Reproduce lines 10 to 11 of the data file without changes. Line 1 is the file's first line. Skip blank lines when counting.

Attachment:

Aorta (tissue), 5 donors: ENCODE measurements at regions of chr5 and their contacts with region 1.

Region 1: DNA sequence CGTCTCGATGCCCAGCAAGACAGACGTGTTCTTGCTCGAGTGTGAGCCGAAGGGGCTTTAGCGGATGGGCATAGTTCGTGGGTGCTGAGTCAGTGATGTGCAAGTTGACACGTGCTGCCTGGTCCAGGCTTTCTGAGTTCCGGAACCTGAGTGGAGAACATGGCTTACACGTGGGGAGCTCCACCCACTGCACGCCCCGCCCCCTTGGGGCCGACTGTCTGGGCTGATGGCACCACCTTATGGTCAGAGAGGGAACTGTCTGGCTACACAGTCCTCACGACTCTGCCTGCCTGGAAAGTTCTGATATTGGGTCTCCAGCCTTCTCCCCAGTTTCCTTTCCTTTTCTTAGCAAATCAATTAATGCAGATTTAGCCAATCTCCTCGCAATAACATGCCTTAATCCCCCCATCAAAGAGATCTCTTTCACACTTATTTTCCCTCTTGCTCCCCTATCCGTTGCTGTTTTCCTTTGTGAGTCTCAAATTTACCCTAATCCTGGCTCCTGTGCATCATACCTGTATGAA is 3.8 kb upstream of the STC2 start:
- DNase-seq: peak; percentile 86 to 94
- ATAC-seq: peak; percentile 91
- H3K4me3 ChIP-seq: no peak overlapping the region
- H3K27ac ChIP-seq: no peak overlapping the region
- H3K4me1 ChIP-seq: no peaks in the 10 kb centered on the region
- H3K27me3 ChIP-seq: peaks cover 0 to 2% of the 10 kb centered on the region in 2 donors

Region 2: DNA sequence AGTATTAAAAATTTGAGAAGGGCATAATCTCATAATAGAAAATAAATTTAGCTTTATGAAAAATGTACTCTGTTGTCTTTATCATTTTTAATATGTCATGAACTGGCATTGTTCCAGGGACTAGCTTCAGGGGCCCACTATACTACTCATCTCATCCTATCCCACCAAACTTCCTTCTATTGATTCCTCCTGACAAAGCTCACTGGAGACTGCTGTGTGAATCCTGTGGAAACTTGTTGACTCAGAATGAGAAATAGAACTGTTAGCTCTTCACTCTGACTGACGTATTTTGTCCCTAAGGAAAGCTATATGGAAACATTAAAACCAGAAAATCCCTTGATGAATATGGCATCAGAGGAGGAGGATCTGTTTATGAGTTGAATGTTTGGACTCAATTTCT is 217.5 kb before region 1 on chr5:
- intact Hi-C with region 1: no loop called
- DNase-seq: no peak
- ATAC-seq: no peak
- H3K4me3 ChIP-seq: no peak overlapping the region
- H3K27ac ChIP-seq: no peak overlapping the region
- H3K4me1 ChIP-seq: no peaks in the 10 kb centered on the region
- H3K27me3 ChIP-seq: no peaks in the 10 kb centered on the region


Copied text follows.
- intact Hi-C with region 1: no loop called
- DNase-seq: no peak